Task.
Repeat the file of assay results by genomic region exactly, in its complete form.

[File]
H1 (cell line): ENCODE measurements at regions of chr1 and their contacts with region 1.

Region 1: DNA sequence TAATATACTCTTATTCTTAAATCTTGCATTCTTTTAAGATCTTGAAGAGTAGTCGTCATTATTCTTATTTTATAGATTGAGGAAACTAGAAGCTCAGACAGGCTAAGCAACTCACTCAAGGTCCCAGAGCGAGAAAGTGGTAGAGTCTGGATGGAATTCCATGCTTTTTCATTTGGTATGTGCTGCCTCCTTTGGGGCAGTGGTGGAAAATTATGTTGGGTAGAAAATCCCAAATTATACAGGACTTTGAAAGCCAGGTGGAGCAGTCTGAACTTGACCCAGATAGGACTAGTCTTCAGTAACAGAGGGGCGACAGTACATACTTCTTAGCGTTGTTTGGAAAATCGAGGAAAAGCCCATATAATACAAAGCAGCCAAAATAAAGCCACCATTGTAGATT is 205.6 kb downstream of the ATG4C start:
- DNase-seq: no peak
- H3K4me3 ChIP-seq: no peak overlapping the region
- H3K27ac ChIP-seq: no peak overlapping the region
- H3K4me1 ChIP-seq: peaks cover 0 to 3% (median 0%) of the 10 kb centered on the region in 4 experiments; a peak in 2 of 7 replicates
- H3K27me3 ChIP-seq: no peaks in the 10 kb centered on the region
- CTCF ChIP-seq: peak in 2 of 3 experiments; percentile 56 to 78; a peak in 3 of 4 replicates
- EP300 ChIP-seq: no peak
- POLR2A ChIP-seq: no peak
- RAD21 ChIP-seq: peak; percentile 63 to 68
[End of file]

H1 (cell line): ENCODE measurements at regions of chr1 and their contacts with region 1.

Region 1: DNA sequence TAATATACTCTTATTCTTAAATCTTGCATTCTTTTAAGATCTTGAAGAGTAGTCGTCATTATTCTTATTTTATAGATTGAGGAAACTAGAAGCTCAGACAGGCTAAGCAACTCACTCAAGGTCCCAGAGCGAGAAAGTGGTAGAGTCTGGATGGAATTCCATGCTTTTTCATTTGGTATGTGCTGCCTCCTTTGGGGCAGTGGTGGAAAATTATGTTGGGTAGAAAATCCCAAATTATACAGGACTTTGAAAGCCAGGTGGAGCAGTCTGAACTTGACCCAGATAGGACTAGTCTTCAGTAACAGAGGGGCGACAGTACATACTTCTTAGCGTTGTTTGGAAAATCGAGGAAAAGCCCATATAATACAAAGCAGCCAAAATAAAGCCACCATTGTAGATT is 205.6 kb downstream of the ATG4C start:
- DNase-seq: no peak
- H3K4me3 ChIP-seq: no peak overlapping the region
- H3K27ac ChIP-seq: no peak overlapping the region
- H3K4me1 ChIP-seq: peaks cover 0 to 3% (median 0%) of the 10 kb centered on the region in 4 experiments; a peak in 2 of 7 replicates
- H3K27me3 ChIP-seq: no peaks in the 10 kb centered on the region
- CTCF ChIP-seq: peak in 2 of 3 experiments; percentile 56 to 78; a peak in 3 of 4 replicates
- EP300 ChIP-seq: no peak
- POLR2A ChIP-seq: no peak
- RAD21 ChIP-seq: peak; percentile 63 to 68